DANVILLE, Ind. (WISH) — A zoning board in Hendricks County on Tuesday night recommended the rezoning of 80 acres of land for developers to build a campus for the Muslim community.
The board advanced the measure with a 4-3 vote. The board’s recommendation now goes to the Hendricks County Board of Commissioners for their final approval.
About 60 people showed up at a zoning meeting at the county fairgrounds to voice their opinions on the project. The crowd was significantly larger than normal.
The issue gained a significant amount of attention after a petition online against the project brought about hateful speech regarding the Islamic community.
The proposal calls for a former Clermont golf course near Brownsburg to be transformed into a community center that will include prayer rooms, residential units, and a private school and dormitory.
Developers say they will not build a separate mosque, and the residential area will not include apartment units.
“From what I was reading on the petition, the comments that were being left behind by the people that were signing it, it struck me that the primary reason that anybody is objecting to it going in is based on religious grounds,” said Kevin Wightman, who lives near the proposed project.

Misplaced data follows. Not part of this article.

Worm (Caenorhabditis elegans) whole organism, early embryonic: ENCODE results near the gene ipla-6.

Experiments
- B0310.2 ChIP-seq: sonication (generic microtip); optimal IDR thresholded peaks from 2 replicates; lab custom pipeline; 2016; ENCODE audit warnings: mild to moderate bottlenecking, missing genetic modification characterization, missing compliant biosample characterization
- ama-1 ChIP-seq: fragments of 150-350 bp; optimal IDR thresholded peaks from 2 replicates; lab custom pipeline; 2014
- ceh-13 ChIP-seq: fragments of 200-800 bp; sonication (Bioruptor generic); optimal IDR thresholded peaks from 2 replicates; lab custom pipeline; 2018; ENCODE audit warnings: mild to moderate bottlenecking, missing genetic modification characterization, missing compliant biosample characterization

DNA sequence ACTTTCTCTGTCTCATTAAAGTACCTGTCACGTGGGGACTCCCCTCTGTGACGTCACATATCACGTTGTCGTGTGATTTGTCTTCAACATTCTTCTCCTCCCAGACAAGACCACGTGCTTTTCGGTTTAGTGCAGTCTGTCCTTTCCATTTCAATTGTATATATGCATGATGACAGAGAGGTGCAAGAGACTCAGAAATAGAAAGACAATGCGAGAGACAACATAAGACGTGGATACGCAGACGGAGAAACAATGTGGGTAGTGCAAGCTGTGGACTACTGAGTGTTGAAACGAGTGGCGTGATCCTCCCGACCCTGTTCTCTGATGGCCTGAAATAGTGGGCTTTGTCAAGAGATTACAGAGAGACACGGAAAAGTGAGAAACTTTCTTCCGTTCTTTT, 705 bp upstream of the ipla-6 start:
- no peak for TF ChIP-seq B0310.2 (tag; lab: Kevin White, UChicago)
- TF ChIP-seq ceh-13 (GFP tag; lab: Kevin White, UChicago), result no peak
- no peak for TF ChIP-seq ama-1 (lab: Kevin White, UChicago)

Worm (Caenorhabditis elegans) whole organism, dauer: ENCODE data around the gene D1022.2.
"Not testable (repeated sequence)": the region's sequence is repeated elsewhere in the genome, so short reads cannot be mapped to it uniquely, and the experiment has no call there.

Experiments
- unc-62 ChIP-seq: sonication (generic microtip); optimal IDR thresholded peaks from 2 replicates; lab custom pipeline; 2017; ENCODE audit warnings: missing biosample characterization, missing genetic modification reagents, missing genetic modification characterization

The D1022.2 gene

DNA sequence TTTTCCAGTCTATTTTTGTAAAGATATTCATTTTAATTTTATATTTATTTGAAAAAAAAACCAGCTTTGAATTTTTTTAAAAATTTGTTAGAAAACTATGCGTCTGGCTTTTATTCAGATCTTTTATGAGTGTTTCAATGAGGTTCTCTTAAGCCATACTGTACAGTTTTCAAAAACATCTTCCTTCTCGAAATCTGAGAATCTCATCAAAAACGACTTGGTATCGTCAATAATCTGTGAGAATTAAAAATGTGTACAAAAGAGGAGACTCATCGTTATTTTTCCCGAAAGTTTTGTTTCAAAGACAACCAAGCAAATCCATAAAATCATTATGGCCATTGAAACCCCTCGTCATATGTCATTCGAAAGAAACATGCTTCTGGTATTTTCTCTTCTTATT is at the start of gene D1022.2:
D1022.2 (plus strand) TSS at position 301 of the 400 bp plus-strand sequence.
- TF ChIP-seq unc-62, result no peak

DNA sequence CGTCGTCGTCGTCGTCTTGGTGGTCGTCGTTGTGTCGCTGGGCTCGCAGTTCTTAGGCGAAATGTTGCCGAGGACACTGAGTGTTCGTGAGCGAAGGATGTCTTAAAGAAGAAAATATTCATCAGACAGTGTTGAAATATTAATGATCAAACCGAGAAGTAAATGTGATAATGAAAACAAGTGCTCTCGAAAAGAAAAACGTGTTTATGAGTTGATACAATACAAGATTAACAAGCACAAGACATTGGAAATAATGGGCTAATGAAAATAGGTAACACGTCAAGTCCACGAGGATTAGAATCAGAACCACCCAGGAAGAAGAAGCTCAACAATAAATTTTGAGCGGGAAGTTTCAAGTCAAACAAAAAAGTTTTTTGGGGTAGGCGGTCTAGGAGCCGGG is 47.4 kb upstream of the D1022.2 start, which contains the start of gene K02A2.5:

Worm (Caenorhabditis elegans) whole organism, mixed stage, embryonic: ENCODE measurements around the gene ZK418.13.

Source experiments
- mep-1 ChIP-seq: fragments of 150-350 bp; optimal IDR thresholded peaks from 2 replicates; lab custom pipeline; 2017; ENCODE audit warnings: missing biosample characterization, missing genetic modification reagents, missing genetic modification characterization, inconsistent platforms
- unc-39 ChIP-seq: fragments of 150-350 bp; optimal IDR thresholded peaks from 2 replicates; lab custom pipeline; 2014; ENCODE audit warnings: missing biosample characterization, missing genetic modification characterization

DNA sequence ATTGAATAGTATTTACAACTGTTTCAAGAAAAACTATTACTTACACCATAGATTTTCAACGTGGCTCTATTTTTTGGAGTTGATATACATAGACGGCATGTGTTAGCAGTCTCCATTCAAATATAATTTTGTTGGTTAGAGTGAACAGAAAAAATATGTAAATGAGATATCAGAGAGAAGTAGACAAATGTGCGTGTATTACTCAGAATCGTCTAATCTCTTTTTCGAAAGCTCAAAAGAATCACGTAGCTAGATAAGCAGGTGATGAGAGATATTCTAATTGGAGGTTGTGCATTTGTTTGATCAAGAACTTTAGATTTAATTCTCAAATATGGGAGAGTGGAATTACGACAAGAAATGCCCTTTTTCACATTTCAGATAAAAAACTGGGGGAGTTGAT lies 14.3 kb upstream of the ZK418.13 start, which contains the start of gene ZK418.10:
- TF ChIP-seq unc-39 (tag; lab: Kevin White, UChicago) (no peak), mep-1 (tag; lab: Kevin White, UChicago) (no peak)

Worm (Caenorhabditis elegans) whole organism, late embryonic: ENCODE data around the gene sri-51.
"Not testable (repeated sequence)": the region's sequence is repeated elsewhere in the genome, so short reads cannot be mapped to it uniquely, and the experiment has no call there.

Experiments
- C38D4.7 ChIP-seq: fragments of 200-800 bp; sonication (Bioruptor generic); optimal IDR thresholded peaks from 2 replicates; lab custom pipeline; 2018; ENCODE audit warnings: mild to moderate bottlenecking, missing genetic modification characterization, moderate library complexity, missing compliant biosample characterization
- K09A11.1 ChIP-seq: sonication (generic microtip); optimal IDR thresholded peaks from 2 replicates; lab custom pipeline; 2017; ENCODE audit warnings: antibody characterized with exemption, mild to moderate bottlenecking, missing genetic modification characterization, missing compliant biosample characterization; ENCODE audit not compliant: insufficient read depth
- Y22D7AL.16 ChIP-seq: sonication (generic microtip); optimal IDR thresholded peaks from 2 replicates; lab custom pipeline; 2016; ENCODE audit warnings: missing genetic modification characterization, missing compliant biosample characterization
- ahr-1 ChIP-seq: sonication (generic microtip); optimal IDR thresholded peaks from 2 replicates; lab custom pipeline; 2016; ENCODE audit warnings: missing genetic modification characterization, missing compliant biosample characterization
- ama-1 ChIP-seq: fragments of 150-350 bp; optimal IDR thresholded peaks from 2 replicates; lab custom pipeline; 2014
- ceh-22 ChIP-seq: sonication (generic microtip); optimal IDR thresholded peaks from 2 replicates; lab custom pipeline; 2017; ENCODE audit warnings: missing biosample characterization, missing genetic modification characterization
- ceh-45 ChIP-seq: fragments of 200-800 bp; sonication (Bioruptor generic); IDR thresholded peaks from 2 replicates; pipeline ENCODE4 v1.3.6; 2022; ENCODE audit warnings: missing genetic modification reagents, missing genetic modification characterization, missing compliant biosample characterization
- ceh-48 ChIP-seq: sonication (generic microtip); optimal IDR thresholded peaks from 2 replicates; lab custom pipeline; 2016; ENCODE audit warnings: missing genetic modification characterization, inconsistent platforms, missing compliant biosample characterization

A petition opposing the project garnered more than 600 signatures and quite a few comments about why they don’t think the project is a good fit for the area.
“We did not anticipate such opposition. Some of the comments are based on some valid concerns about the traffic, about noise; others are rooted in, unfortunately, anti-Muslimism rhetoric,” said Hiba Alami, executive director of the Indiana Muslim Advocacy Network.
A small group of protesters gathered outside of the meeting with signs that read “Love your Muslim neighbor.”
Protester Nadia Lovko said, “I think if this was a Christian community trying to build itself, I don’t think we would necessarily be having the same issue of ‘Well, there aren’t enough resources.’ I don’t think that is a topic that would even be approached.”
Gary Avery says he was not at the meeting to fight an issue of religion but rather to get some answers about logistics. He had not decided where he stands on the proposal.
“I think it is important that we understand what private or public money is needed to support something like that,” Avery said.
Developers addressed concerns of environmental impact and traffic issues, and planned to fix many of those problems at their own expense.
Before public comment started Tuesday evening, one of the board members made it very clear the zoning board would only hear comments regarding zoning issues and not hear matters based on religion.